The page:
The Move To Managed Cloud Services: Meeting Critical Business And Technology Requirements

David Tapper

Cloud has become a disruptive phenomenon impacting both businesses that consume these capabilities and the service providers that deliver them. This includes managed service providers (SPs), which have become a regular source of support for enterprises in optimizing the value of cloud capabilities through the use of managed cloud services.

What’s driving demand for managed cloud services? According to IDC research, enterprises around the world look to these services to support businesses demanding more agility and/or speed from IT. Managed cloud services can enable firms to build new revenue-generating products and services faster, as shown in the figure below. This aligns with strategic enterprise initiatives that are primarily focused on:

  • Developing a more agile application environment
  • Improving availability (reduce downtime) of applications across enterprise portfolios (99.999% availability for applications)

This has resulted in the adoption of managed cloud services by 71% of organizations worldwide, with another 22% of organizations looking to adopt these services in the next 12-24 months.

The collective impact has created a worldwide market of spending on managed cloud services that reached US$34.0 billion in 2017 and is expected to grow to $74.9 billion by 2022 at a five-year CAGR of 17.1%. However, enterprises are consuming these services across multiple types of solutions that include managed public cloud services, managed private cloud services, and managed hybrid cloud and IT services. These represent 10%, 36%, and 55% of this market, respectively.  (Source: Worldwide Managed Cloud Services Forecast, 2018–2022: An Extraction View of Technology Outsourcing Services Markets, IDC # US43249518, September 2018)

Business drivers for managed cloud services

Question: Which two of the following do you believe are the primary business drivers in utilizing managed cloud services?

When it comes to the types of workloads used for managed cloud services across both private and public clouds, the top-ranked applications involve front-office capabilities (customer relationship management) and back-office support functions (supply chain management, enterprise resource planning). Enterprises also use these services for critical data management capabilities such as data warehousing and business intelligence. When probed further, 59% of firms are currently using managed cloud services to manage these applications on public clouds. This is depicted in the figure below,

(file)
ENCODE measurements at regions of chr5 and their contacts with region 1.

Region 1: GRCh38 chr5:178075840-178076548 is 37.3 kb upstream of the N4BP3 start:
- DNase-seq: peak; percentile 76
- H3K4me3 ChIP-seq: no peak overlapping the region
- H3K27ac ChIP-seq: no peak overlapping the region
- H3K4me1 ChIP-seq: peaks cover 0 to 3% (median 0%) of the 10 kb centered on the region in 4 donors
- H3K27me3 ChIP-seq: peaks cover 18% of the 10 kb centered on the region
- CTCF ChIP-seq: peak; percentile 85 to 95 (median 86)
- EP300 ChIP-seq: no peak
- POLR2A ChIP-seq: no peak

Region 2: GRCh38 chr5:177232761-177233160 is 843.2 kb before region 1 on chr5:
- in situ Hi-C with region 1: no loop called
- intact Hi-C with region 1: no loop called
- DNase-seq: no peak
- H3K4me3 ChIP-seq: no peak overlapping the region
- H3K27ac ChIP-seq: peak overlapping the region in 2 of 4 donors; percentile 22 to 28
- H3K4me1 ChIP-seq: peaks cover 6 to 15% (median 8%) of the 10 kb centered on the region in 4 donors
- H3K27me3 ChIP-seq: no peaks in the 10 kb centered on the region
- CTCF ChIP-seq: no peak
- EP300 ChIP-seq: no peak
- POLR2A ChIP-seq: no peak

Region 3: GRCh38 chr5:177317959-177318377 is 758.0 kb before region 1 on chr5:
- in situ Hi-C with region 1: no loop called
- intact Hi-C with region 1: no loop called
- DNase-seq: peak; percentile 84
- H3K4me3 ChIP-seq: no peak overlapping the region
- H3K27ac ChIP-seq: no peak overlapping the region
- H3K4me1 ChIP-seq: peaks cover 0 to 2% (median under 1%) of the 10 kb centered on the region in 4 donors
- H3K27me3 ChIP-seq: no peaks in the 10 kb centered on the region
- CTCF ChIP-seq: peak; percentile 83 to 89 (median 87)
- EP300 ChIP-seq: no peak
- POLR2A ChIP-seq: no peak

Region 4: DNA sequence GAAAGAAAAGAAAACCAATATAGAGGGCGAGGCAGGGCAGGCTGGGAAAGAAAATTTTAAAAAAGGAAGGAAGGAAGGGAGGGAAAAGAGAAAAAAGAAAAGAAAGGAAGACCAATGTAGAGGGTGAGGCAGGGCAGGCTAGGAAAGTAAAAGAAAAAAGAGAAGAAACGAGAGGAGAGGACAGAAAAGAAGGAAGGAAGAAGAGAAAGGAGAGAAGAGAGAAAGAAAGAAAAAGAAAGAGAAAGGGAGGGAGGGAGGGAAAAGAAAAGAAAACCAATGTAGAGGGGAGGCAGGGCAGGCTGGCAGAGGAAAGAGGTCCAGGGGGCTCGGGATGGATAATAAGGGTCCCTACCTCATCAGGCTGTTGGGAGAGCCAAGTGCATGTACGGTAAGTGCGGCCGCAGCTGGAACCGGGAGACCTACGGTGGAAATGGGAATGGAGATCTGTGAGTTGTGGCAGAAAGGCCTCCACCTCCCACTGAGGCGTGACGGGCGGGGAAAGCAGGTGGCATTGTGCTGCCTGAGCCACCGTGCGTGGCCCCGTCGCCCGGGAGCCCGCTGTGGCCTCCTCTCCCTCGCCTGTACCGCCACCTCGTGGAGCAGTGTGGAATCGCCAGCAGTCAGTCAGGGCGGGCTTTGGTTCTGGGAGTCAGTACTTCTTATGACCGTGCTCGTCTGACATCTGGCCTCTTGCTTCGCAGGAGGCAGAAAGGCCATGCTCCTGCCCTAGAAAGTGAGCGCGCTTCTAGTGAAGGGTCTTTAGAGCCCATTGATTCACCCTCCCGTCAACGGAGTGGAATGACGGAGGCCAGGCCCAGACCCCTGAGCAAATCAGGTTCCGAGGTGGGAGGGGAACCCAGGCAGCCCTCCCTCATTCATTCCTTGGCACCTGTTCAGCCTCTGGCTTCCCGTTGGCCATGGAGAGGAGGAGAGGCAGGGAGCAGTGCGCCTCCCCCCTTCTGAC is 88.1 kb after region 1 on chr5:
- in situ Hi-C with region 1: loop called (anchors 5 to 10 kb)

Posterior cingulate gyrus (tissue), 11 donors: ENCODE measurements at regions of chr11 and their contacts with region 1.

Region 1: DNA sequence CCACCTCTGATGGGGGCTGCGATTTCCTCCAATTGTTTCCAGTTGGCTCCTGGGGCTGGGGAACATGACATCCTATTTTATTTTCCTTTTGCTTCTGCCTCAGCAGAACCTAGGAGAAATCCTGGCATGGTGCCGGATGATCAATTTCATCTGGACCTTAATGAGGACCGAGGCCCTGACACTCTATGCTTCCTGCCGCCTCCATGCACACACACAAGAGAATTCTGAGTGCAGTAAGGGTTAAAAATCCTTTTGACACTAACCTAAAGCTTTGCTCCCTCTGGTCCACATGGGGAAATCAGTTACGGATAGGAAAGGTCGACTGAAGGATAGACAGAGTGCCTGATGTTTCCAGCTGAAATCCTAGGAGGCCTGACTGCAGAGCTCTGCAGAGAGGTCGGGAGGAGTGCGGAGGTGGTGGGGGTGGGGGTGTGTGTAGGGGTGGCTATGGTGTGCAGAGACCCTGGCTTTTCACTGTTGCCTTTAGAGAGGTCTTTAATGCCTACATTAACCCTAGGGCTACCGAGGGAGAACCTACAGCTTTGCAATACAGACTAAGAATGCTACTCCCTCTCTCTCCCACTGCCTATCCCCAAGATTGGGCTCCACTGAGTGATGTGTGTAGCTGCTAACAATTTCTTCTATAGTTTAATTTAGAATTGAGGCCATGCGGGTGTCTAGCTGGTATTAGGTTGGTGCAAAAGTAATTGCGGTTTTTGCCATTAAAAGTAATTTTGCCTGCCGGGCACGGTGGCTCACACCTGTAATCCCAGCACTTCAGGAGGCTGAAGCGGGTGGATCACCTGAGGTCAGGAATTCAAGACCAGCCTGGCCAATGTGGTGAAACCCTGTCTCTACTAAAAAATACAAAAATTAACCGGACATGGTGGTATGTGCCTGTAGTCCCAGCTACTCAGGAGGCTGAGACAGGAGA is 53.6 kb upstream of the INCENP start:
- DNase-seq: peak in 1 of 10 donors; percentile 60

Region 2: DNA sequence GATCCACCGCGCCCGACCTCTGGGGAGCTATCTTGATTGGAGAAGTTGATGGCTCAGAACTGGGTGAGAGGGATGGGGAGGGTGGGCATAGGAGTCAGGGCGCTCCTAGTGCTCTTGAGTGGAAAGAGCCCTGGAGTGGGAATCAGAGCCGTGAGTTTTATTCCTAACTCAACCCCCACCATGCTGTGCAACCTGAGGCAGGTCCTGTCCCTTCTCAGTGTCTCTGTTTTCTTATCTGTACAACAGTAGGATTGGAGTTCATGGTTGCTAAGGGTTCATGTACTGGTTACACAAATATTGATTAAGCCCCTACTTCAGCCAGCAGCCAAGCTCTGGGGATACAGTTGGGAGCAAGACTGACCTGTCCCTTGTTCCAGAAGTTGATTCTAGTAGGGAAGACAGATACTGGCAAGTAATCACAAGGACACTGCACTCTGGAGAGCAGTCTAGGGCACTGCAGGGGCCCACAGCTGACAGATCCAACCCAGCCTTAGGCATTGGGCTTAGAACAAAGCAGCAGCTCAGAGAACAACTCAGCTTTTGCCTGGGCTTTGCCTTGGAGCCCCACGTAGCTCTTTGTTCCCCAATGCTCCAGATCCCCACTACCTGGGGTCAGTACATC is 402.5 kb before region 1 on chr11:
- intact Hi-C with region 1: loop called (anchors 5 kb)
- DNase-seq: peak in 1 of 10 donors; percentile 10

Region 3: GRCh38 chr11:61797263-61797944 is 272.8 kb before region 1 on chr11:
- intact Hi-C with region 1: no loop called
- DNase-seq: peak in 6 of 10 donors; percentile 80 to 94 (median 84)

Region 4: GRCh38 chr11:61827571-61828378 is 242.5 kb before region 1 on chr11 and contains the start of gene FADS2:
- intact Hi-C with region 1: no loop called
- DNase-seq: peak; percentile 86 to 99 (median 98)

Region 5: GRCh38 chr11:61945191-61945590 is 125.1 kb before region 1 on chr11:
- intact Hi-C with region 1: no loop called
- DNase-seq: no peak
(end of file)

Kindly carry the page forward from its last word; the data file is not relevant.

Managed cloud services: adoption by enterprise workloads

Question: Please indicate the top three areas for which you use or would use a provider of managed cloud services to support managing your business applications on public and private Infrastructure-as-a-Service (IaaS) clouds.

Since ensuring the performance of clouds is one of the top enterprise concerns, it is not surprising that they indicate availability as their top-priority service-level agreement (for example, 99.99% uptime), followed by time to respond (for example, 15-minute response time). When it comes to availability, enterprise requirements are stringent: 34% demand no less than 15 minutes of downtime (99.9% uptime or greater) and 11% want no more than five minutes of downtime on a monthly basis. Further, as the figure below highlights, 10% of enterprises want to provision an application in one day or less, and 31% want to achieve this within one week or less.

SLA requirements for application provisioning

Question: Approximately how long does it currently take your service provider to provision an application for use by end users using managed cloud services? For respondents not currently using managed cloud services, please estimate what you think it should take.

Success for managed SPs in meeting these requirements will require building an ecosystem of technology and services partners. As IDC research shows, the set of partners that managed SPs need to include involve software vendors that can provide those critical applications on clouds, particularly public clouds, and public cloud providers that can support delivery of these applications. Besides offering increased agility and support for new revenue opportunities, providers need to mitigate security risks while meeting critical SLAs such as application provisioning and availability.

Finally, buyers worldwide indicate that managed SPs and their partners not only need to support firms in shifting to a more standardized IT environment but also to tailor these services to specific geographic and industry requirements.

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David Tapper

About David Tapper

David Tapper serves as Program Vice President for IDC's Outsourcing and Managed Cloud Services research team which develops research for technology outsourcing and managed services, business process outsourcing (BPO), and global sourcing, also referred to as offshore/nearshore. As part of this research, the group covers emerging services areas including mobility, social media, analytics, automation, IoT and cloud services. Mr. Tapper also provides strategic thought leadership on the transformation of the services industry to newer models of delivery including cloud computing, managed cloud services and SaaS (Software-as-a-Service).